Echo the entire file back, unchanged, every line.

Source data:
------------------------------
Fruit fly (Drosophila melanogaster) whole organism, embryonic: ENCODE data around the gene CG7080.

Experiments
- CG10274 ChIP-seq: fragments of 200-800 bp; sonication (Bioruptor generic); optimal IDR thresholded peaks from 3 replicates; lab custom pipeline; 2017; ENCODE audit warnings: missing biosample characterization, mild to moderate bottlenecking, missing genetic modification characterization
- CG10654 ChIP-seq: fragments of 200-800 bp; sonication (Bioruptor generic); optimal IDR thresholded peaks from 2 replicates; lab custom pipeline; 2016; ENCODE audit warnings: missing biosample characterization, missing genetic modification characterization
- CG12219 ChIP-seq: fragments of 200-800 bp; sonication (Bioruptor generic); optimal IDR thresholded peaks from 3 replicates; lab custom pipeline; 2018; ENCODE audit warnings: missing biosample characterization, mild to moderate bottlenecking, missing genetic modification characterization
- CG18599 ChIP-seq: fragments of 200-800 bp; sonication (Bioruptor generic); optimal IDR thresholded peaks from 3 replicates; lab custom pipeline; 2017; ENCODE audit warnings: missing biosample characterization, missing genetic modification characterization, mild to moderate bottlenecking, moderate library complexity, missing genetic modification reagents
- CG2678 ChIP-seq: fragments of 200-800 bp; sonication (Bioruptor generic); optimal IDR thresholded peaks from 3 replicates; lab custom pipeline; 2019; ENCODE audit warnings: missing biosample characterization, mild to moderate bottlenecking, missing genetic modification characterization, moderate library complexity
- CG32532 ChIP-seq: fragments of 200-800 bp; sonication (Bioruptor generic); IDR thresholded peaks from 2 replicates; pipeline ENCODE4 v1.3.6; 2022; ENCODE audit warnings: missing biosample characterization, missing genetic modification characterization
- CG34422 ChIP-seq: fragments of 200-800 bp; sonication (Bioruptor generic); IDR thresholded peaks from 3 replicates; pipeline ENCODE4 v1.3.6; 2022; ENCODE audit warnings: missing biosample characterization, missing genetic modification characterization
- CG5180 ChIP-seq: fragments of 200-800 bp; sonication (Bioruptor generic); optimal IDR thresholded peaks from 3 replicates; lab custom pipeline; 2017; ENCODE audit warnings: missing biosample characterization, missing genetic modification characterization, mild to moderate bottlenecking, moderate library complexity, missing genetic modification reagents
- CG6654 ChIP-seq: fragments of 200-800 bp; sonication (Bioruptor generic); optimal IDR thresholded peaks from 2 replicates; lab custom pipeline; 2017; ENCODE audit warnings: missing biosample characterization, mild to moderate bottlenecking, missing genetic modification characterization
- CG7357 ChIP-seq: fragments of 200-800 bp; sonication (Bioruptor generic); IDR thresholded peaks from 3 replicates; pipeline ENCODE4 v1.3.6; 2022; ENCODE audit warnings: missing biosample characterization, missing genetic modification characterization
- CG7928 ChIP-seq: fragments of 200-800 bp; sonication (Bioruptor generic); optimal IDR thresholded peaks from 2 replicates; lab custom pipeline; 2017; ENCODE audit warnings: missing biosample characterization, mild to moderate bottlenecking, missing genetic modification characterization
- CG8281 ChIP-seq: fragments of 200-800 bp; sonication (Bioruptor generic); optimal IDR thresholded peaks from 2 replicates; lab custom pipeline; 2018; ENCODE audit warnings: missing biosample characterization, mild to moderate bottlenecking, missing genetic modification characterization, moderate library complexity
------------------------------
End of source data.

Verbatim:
Fruit fly (Drosophila melanogaster) whole organism, embryonic: ENCODE data around the gene CG7080.

Experiments
- CG10274 ChIP-seq: fragments of 200-800 bp; sonication (Bioruptor generic); optimal IDR thresholded peaks from 3 replicates; lab custom pipeline; 2017; ENCODE audit warnings: missing biosample characterization, mild to moderate bottlenecking, missing genetic modification characterization
- CG10654 ChIP-seq: fragments of 200-800 bp; sonication (Bioruptor generic); optimal IDR thresholded peaks from 2 replicates; lab custom pipeline; 2016; ENCODE audit warnings: missing biosample characterization, missing genetic modification characterization
- CG12219 ChIP-seq: fragments of 200-800 bp; sonication (Bioruptor generic); optimal IDR thresholded peaks from 3 replicates; lab custom pipeline; 2018; ENCODE audit warnings: missing biosample characterization, mild to moderate bottlenecking, missing genetic modification characterization
- CG18599 ChIP-seq: fragments of 200-800 bp; sonication (Bioruptor generic); optimal IDR thresholded peaks from 3 replicates; lab custom pipeline; 2017; ENCODE audit warnings: missing biosample characterization, missing genetic modification characterization, mild to moderate bottlenecking, moderate library complexity, missing genetic modification reagents
- CG2678 ChIP-seq: fragments of 200-800 bp; sonication (Bioruptor generic); optimal IDR thresholded peaks from 3 replicates; lab custom pipeline; 2019; ENCODE audit warnings: missing biosample characterization, mild to moderate bottlenecking, missing genetic modification characterization, moderate library complexity
- CG32532 ChIP-seq: fragments of 200-800 bp; sonication (Bioruptor generic); IDR thresholded peaks from 2 replicates; pipeline ENCODE4 v1.3.6; 2022; ENCODE audit warnings: missing biosample characterization, missing genetic modification characterization
- CG34422 ChIP-seq: fragments of 200-800 bp; sonication (Bioruptor generic); IDR thresholded peaks from 3 replicates; pipeline ENCODE4 v1.3.6; 2022; ENCODE audit warnings: missing biosample characterization, missing genetic modification characterization
- CG5180 ChIP-seq: fragments of 200-800 bp; sonication (Bioruptor generic); optimal IDR thresholded peaks from 3 replicates; lab custom pipeline; 2017; ENCODE audit warnings: missing biosample characterization, missing genetic modification characterization, mild to moderate bottlenecking, moderate library complexity, missing genetic modification reagents
- CG6654 ChIP-seq: fragments of 200-800 bp; sonication (Bioruptor generic); optimal IDR thresholded peaks from 2 replicates; lab custom pipeline; 2017; ENCODE audit warnings: missing biosample characterization, mild to moderate bottlenecking, missing genetic modification characterization
- CG7357 ChIP-seq: fragments of 200-800 bp; sonication (Bioruptor generic); IDR thresholded peaks from 3 replicates; pipeline ENCODE4 v1.3.6; 2022; ENCODE audit warnings: missing biosample characterization, missing genetic modification characterization
- CG7928 ChIP-seq: fragments of 200-800 bp; sonication (Bioruptor generic); optimal IDR thresholded peaks from 2 replicates; lab custom pipeline; 2017; ENCODE audit warnings: missing biosample characterization, mild to moderate bottlenecking, missing genetic modification characterization
- CG8281 ChIP-seq: fragments of 200-800 bp; sonication (Bioruptor generic); optimal IDR thresholded peaks from 2 replicates; lab custom pipeline; 2018; ENCODE audit warnings: missing biosample characterization, mild to moderate bottlenecking, missing genetic modification characterization, moderate library complexity